One thing that occurred to me after reading IA8 was that it invites comparison with the Waaagh! Ghazghkull supplement. Weighing the two up against each other really shows Waaagh! Ghazghkull in a poor light. Both of them have background material and 8 missions, although IA8's missions are more tightly linked and include a few more innovative features than Waaagh! Ghazghkull. IA8 is nearly three times as long, contains new units for three different armies, and includes two whole army lists, where Waaagh! Ghazghkull has seven formations and one detachment, so no new units, just different ways to arrange the existing ones. Given that I bought the Ghazghkull book in hardback (£30), IA8 was cheaper too. Once I'd looked at it in those terms, I was significantly less pleased with the Ghazghkull supplement. Given the lack of supplements accompanying the more recent codex releases, I suspect I'm not the only one questioning the value of those books.

Tuesday 9 September 2014

Review: How to Paint Citadel Miniatures

I spent a long time avoiding this book, telling myself that I knew the basics of painting well enough already and that I could doubtless find everything in various web articles if I looked for it. The problem with that line of reasoning is that I'm really not that confident about my painting and I've never made the time to go searching for a decent set of tutorials online. Given that I've been trying to improve my painting, it occurred to me that maybe a more structured approach than “try to paint better” would be a good idea. Paying £30 for a new copy of the book seemed a bit much though, so it was off to eBay where second-hand copies tend to go for around £20. I don't think twice about spending that sort of money on models, so I figured it seemed reasonable to buy the book and give it a try. After all, I could always put it back up for auction :)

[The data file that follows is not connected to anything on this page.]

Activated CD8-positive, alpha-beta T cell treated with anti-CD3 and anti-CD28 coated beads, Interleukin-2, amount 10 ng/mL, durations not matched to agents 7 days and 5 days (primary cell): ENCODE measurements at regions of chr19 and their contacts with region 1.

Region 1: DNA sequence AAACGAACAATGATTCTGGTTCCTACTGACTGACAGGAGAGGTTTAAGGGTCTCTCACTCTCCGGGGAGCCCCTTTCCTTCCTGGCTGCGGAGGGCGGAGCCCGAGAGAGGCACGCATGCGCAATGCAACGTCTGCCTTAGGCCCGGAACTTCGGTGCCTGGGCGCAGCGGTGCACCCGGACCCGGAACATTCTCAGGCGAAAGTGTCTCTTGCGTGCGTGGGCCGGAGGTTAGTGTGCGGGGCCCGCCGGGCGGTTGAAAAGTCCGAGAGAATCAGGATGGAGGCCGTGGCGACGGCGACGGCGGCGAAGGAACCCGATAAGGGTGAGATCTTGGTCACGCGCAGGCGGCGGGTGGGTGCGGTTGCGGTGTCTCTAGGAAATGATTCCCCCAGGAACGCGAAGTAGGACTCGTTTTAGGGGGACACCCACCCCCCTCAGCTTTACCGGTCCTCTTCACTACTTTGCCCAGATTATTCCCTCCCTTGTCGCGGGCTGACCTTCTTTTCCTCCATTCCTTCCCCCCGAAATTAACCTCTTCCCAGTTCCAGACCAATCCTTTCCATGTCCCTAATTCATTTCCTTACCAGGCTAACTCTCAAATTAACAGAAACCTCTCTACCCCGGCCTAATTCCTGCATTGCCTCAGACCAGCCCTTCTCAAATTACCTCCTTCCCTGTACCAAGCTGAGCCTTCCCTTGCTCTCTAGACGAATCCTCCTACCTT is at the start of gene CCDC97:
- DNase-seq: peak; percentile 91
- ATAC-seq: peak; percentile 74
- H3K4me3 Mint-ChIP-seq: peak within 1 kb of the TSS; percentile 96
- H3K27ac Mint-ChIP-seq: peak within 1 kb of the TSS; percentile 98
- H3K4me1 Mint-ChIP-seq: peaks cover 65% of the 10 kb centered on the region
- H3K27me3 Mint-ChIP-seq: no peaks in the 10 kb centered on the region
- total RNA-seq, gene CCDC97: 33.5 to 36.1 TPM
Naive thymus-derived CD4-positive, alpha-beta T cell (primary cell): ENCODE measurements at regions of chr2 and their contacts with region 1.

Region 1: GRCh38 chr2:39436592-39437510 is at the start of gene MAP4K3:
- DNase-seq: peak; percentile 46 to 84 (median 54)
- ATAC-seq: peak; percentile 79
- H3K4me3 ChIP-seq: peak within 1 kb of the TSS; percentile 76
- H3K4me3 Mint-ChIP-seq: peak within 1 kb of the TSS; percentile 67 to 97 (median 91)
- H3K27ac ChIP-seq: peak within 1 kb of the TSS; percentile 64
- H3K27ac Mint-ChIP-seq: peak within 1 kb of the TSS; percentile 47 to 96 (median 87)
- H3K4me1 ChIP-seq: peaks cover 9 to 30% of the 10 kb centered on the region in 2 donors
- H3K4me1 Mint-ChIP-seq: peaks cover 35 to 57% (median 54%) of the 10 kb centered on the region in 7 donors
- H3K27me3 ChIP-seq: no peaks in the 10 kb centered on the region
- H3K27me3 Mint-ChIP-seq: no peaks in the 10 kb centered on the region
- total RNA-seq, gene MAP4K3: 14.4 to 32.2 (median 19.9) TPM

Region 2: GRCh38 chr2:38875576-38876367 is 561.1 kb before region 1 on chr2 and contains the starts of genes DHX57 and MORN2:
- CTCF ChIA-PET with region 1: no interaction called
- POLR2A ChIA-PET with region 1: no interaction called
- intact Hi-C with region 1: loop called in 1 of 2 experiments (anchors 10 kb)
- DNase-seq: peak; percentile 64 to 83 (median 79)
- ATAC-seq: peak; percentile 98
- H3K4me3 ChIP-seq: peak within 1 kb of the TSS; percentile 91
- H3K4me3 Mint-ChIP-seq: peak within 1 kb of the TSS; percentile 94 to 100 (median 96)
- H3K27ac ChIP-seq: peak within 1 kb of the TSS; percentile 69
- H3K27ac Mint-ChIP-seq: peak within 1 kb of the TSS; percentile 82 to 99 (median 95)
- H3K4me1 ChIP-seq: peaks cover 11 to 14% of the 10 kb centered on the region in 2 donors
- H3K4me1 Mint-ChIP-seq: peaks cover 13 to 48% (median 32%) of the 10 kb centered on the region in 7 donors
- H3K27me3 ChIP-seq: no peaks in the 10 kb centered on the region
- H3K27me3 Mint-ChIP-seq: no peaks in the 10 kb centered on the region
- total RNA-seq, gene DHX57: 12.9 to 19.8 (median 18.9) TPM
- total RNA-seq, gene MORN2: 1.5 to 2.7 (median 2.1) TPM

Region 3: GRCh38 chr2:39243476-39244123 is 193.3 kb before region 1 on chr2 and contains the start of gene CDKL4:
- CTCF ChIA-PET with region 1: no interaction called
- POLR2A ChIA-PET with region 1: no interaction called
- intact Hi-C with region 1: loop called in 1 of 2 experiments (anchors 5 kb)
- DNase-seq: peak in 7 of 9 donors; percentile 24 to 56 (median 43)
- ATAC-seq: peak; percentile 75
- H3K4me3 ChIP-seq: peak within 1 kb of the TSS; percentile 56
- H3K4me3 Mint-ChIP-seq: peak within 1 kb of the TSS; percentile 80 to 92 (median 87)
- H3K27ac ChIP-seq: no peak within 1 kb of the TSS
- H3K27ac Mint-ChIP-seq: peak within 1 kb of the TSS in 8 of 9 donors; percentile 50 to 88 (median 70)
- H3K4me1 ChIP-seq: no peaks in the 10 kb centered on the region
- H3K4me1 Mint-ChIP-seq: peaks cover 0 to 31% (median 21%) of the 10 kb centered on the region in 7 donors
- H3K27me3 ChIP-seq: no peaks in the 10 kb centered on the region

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Wednesday 27 August 2014

Review: The Damnation of Pythos

I'll try to keep the part of this post on the main page spoiler free, click through for the full post but be warned.

Overall, I was not hugely impressed with this book. I have to admit the main reason I bought it is that it's part of the Horus Heresy series and I'm pretty heavily committed to them at this point. It felt like they wanted to make sure the Pandorax campaign was fully embedded in the background, so decided they would tie it in to the Heresy. As a result, I was left with the feeling that it was a bit of a cheap cash-in. The story itself isn't bad, but it isn't stellar either. If you're particularly into the Horus Heresy series (or Pandorax campaign I suppose), then this book has a place in your collection. Otherwise I wouldn't recommend it.